My observation about the contents of the book is the lack of an in-depth discussion relating to inequality within the schooling systems in the USA. In addition, the author fails to highlight structural and systemic economic and social factors that alienate students from poverty. He seems to place blame on the parents, families, and communities by using such terms as “negative parent attitudes towards school.” (Jensen, P.11) Despite that, this book is a great resource for many educators who interact with students from poverty in any capacity and who may have no idea about how poverty can shape students.
In conclusion, the book gives the faculty, academic advisors, and students from poverty new hope for a more meaningful, engaging, and rigorous educational experience. Understanding why college transition is tough for certain populations of students and the impact of poverty on the developing brain opens the door to important discussions. I recommend this book to be used in professional development programs and other educational training because it calls for educators to be empathetic and compassionate to better serve students (NACADA, 2017).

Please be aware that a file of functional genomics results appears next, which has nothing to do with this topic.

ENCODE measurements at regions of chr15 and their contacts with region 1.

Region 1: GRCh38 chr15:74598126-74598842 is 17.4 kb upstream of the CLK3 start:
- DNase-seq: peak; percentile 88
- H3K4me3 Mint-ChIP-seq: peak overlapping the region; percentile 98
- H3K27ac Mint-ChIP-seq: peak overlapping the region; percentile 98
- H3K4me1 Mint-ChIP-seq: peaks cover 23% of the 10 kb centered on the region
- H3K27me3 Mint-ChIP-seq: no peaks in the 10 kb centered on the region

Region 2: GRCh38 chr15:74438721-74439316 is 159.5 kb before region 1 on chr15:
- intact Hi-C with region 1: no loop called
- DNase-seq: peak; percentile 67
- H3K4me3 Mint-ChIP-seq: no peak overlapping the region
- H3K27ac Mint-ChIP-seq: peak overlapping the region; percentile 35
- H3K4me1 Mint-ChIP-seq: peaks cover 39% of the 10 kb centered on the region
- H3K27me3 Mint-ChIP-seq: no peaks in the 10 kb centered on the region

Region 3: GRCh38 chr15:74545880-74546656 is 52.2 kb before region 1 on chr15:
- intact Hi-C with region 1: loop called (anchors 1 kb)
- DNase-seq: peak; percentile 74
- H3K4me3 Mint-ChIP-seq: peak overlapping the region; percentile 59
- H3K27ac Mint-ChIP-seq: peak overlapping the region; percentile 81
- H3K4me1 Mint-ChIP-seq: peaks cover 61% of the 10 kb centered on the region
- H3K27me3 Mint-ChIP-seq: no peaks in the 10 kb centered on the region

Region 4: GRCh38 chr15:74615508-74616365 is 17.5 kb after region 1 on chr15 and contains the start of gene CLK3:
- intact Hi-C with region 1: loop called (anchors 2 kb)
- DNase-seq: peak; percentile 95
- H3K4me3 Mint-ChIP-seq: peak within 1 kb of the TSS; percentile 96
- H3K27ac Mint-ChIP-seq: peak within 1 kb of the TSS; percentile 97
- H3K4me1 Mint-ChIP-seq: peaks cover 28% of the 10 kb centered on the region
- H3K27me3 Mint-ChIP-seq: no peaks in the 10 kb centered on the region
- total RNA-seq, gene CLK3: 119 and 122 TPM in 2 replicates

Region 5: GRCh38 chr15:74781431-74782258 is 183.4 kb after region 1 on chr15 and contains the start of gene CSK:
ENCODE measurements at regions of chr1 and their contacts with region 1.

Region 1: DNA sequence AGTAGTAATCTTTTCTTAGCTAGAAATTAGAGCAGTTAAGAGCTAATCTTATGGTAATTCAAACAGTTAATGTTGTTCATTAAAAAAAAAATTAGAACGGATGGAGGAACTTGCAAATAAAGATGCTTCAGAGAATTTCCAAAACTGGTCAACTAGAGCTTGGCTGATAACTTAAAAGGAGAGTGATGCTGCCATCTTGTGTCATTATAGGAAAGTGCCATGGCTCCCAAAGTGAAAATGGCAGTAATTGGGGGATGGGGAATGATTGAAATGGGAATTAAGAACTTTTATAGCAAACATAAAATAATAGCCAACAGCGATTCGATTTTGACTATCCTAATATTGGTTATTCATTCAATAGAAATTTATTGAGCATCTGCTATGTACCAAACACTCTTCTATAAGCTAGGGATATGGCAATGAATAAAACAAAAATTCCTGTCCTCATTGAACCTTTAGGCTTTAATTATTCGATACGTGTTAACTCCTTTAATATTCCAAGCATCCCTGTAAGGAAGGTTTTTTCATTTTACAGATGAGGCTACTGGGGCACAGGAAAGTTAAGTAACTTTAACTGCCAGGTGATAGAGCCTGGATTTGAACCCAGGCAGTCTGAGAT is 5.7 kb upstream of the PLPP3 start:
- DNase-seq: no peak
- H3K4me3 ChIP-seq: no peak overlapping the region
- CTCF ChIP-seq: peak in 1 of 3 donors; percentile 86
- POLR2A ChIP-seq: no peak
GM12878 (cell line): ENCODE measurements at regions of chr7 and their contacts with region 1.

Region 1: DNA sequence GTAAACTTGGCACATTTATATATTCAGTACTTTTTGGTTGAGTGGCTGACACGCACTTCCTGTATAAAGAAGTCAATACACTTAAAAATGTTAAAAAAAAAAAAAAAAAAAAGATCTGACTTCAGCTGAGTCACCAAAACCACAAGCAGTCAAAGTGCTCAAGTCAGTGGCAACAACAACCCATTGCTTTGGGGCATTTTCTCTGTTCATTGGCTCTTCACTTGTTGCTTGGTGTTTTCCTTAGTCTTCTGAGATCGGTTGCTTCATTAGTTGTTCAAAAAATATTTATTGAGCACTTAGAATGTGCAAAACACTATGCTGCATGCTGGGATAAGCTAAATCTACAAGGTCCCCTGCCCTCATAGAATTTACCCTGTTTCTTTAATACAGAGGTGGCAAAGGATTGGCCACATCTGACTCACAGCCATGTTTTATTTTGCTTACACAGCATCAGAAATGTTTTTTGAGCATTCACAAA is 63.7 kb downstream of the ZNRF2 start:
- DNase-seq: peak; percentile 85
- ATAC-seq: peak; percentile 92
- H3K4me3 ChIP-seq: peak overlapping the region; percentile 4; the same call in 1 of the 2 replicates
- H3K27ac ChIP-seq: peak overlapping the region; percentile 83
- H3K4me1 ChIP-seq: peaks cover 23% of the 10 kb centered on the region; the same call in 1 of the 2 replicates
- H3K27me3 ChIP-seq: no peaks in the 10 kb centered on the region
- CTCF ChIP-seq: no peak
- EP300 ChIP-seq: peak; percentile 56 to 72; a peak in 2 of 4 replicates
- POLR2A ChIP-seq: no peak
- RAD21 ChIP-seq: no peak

- Communities in schools (2015). America’s Teachers Cite Poverty as Major Education Barrier Retrieved from https://www.communitiesinschools.org/press-room/resource/americas-teachers-cite-poverty-major-education-barrier/
- Jensen, E. (2009). Teaching with Poverty in Mind: What Being Poor Does to Kids' Brains and What Schools Can Do About It. Alexandria, VA: Association for Supervision and Curriculum Development.
- NACADA: The Global Community for Academic Advising. (2017a). NACADA academic advising core competencies model. Retrieved from https://nacada.ksu.edu/Resources/Pillars/CoreCompetencies.aspx
- NACADA: The Global Community for Academic Advising. (2017b). NACADA core values of academic advising. Retrieved from https://nacada.ksu.edu/Resources/Pillars/CoreValues.aspx
- U.S. Department of Education, Office of the Secretary, No Child Left Behind: Expanding the Promise, Guide to President Bush’s FY 2006 Education Agenda, Washington, D.C., 2005.